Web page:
“The banking industry had another positive quarter as recent trends have continued,” FDIC Chairman Martin Gruenberg said at a news conference. Still, he noted, low interest rates continued to crimp banks’ profit margins on loans during the April-June period.

Oil crash cut my pay and killed over 86,000 jobs

Last year the father of four young children was diagnosed with brain cancer. As he recovers from surgery, Butt has seen many of his friends and family members lose their jobs in an energy industry ravaged by cheap oil.

Roughly one-fifth of Butt's colleagues have lost their jobs at the Billings, Montana-based Pioneer Oil Company. The remaining workers, including Butt, have been forced to take a 10% pay cut.

"It's made life a little bit tougher, especially with being a father of four kids," Butt, 34, told CNNMoney. "It's been pretty stressful wondering whether we will be able to survive through this tough time."

American companies have disclosed at least 86,405 job cuts directly attributed to falling oil prices since June 2014, according to outplacement firm Challenger, Gray & Christmas. Oil sells for $47 a barrel, down dramatically from north of $100 as recently as July 2014.

War Drums Beating - Real Or Imagined?

Over $572 Million in Excess Obamacare Tax Credits Paid Out

The Internal Revenue Service paid out over $572 million in excess Obamacare tax credits and sent incorrect forms to over half a million individuals due to a computer programming error, according a new government report.

The report released by the Treasury Inspector General for Tax Administration on Tuesday inspected the interim results of the IRS’s verification of Obamacare’s Premium Tax Credits, which were created to assist low or medium-income individuals and families to purchase health insurance in the marketplace

Those who are eligible to receive tax credits under Obamacare can choose to have their credits paid either directly to their health insurance provider as a partial payment towards their monthly premiums—known as the Advance Premium Tax Credit—or can receive the tax credits as one lump sum on their annual income tax return.

It’s 2008 All Over Again: This Federal Agency Doesn’t Get It

You might have thought it was a good idea when the government started taking all the profits of the Federal National Mortgage Association (FNMA, or Fannie Mae) and the Federal Home Loan Mortgage Corporation (FHLMC, or Freddie Mac).

After all, the two quasi-private mortgage insurance giants had sucked a lot of profit out of the markets over the decades, and then required over $180 billion in bailout money from taxpayers. Why not get a little of the bailout cash back, right?

Well, we did. As I’ve written lately, the U.S. government has recouped all of the bailout money and then some, to the tune of an additional $40 billion. So far, so good. But now the government, through the Federal Housing Finance Agency (FHFA), which oversees the twin behemoths, has another plan.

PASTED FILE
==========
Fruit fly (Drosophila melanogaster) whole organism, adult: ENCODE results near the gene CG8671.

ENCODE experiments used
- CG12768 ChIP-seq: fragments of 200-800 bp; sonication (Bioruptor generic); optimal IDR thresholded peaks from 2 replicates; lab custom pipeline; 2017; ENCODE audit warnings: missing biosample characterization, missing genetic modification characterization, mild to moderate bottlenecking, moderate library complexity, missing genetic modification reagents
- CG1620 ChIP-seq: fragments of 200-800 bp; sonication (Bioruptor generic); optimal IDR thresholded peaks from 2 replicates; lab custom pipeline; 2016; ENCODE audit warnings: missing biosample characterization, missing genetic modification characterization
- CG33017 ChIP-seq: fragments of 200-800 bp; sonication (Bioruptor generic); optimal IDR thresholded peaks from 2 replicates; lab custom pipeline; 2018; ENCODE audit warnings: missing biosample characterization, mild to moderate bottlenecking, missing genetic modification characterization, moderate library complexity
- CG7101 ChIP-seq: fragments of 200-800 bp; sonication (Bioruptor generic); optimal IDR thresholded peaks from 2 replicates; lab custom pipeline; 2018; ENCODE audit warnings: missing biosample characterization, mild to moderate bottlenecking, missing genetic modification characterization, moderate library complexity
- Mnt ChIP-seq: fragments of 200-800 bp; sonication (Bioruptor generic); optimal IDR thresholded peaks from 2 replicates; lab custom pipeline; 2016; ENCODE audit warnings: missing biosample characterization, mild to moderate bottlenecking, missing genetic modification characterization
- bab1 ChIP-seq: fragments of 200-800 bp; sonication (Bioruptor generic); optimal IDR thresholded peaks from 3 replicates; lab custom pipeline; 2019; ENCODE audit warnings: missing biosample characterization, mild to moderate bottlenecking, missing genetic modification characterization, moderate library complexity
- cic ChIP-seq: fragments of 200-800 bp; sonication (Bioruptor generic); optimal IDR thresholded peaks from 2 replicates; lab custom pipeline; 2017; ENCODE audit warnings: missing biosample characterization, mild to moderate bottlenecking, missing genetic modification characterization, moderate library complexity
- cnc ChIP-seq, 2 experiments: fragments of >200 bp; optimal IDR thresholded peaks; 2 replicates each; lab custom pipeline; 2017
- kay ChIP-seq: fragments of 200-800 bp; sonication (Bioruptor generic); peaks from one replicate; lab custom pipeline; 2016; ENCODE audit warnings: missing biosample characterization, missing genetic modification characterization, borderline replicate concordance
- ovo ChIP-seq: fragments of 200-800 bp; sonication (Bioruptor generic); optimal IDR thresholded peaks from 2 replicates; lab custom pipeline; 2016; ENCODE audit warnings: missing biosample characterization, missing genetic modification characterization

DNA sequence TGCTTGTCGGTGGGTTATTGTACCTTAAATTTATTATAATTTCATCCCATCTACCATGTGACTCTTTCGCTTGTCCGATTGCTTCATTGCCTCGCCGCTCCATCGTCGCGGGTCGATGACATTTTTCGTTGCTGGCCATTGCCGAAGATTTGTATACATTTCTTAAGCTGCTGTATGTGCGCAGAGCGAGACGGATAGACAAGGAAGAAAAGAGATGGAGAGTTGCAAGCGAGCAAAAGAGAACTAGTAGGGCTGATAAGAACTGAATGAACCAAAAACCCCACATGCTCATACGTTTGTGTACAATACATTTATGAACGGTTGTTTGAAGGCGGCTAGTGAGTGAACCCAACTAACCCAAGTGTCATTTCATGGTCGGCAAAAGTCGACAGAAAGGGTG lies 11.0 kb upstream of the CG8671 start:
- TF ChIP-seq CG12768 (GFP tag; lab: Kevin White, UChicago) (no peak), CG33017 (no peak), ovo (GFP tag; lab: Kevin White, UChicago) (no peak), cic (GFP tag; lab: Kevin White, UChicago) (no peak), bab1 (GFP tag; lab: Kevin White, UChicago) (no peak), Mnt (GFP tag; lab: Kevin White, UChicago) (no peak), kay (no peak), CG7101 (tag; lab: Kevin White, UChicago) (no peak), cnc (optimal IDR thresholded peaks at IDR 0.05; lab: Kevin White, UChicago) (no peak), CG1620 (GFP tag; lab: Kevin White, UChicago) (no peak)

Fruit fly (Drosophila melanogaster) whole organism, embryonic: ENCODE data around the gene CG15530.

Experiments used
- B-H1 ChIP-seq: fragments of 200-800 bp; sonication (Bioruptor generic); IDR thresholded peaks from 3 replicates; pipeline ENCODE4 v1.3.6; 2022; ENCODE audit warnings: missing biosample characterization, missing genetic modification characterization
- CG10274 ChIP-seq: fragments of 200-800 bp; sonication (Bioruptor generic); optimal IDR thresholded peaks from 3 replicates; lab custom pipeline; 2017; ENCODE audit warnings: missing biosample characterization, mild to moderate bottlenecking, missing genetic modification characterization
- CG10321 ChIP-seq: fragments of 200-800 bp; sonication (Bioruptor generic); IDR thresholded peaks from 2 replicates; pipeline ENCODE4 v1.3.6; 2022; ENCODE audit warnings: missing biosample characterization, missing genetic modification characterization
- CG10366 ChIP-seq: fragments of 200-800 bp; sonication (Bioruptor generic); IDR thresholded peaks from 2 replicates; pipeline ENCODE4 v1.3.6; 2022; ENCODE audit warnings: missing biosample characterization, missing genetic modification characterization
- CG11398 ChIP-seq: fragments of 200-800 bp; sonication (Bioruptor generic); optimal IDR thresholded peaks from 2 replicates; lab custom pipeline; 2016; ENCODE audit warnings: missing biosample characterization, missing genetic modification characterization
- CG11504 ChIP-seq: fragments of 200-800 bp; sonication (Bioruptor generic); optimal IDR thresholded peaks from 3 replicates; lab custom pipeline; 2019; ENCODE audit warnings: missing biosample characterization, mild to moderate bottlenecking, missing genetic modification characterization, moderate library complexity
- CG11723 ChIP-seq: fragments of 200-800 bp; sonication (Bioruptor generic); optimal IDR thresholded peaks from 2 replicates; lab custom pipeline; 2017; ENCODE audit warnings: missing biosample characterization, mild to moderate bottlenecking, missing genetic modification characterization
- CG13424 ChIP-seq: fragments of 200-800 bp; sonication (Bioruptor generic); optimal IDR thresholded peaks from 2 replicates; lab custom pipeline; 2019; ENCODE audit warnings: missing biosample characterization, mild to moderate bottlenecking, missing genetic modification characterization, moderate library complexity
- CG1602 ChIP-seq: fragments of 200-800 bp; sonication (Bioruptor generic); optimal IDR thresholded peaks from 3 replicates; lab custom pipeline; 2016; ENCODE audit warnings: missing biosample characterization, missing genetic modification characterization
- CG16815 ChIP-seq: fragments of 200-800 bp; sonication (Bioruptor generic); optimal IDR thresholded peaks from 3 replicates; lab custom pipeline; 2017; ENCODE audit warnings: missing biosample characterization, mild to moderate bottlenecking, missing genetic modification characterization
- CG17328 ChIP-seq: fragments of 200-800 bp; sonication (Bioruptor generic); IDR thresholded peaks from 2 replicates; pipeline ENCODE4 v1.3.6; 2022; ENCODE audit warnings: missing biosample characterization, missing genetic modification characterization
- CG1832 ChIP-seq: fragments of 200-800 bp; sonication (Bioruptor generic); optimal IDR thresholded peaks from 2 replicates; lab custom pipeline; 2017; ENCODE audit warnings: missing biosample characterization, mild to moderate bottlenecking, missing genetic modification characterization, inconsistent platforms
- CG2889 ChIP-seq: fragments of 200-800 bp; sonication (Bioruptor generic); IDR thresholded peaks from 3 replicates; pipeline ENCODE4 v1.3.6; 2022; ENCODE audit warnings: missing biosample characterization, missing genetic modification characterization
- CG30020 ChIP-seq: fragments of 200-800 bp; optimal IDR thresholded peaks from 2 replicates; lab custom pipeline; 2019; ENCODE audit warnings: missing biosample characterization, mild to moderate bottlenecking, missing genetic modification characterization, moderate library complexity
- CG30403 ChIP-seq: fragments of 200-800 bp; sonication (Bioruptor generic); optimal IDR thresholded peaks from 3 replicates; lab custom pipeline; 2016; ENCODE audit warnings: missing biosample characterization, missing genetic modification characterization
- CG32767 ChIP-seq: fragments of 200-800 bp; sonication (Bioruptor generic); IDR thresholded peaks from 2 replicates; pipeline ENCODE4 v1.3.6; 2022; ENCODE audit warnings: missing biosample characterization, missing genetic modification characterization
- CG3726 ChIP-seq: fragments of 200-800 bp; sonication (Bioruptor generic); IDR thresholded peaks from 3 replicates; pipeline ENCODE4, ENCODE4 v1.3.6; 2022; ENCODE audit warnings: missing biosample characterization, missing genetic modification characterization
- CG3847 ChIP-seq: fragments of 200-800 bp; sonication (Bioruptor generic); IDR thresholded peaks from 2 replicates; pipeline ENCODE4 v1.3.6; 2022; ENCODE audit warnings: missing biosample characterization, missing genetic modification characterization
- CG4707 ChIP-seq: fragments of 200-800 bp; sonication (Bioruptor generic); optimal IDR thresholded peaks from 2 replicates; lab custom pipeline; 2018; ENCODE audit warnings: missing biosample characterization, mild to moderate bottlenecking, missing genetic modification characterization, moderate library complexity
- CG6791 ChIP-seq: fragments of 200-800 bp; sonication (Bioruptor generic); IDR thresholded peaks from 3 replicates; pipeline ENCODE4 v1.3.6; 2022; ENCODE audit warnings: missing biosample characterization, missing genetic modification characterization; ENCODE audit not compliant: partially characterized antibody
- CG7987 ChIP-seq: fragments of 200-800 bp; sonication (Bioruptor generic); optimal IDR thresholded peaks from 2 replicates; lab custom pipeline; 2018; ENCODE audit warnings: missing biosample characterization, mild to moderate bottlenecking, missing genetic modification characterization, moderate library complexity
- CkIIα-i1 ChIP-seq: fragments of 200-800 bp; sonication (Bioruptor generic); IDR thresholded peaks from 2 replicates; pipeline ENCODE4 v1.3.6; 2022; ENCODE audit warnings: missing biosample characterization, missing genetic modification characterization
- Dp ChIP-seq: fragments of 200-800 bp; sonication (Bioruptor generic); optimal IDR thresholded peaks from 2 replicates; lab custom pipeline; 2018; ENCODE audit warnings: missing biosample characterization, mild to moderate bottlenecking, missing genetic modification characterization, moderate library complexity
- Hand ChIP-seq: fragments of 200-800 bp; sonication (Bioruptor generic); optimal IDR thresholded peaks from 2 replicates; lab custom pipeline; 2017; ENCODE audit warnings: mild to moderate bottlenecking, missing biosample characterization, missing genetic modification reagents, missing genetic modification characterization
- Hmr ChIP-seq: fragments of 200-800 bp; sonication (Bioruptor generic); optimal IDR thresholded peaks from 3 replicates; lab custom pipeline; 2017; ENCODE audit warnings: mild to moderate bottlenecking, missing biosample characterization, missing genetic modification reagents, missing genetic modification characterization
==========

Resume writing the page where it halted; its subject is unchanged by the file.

As usual with a government plan, this one has a few holes.

The danger of eliminating cash

In the early days of central banking, one primary objective of the new system was to take ownership of the public's gold, so that in a crisis the public would be unable to withdraw it.

Gold was to be replaced by fiat cash which could be issued by the central bank at will. This removed from the public the power to bring a bank down by withdrawing their property. A primary, if unspoken, objective of modern central banking is to do the same with fiat cash itself.

There are of course other reasons for this course of action. Governments insist that they need to be able to trace all private sector transactions to ensure that criminals do not pursue illegal activities outside the banking system, and that tax is not evaded. For the government, knowledge of everything individuals do is necessary control. However, in the monetary sense, anti-money laundering and tax evasion are not the principal concern. Central banks are fully aware that the financial system is fragile and could face a new crisis at any time. That's why cash in their view must be phased out.

Keiser Report: ‘Crack now, pay later’

Many Millennials See Themselves as Self-Absorbed, Wasteful

Even millennials don't think much of their generation, according to a new poll Thursday.

A Pew Research Center study showed that millennials — generally defined as those ages 18-34 — had far more negative views of their generation compared to Generation Xers, baby boomers or other age groups. More than half of millennials, 59 percent, described their generation as "self-absorbed," while almost half — or 49 percent — said they were "wasteful," and 43 percent said they were "greedy."

Around 30 percent of Generation Xers — those ages 35-50 — said their own generation was self-absorbed and wasteful, and 20 percent of the baby boomers said the same about their age cohort.

Millennials "stand out in their willingness to ascribe negative stereotypes to their own generation," the study said.

Age of the Unicorn: How the Fed Tried to Fix the Recession, and Created the Tech Bubble

In Class, his rude and amusing 1983 guide to the American social hierarchy, the literary historian Paul Fussell noted the strange prominence of the unicorn in working-class culture. Stumped for an explanation, he surmised that it might have something to do with a “low Anglophilic snobbery,” a “pseudo-reference” to the royal coat of arms. Times have changed. Three decades later, the unicorn has jumped several rungs up the class ladder, to where it’s now the principal lust object of the tech and financial elite: a young company that has attracted enough financing to make it worth a billion or more.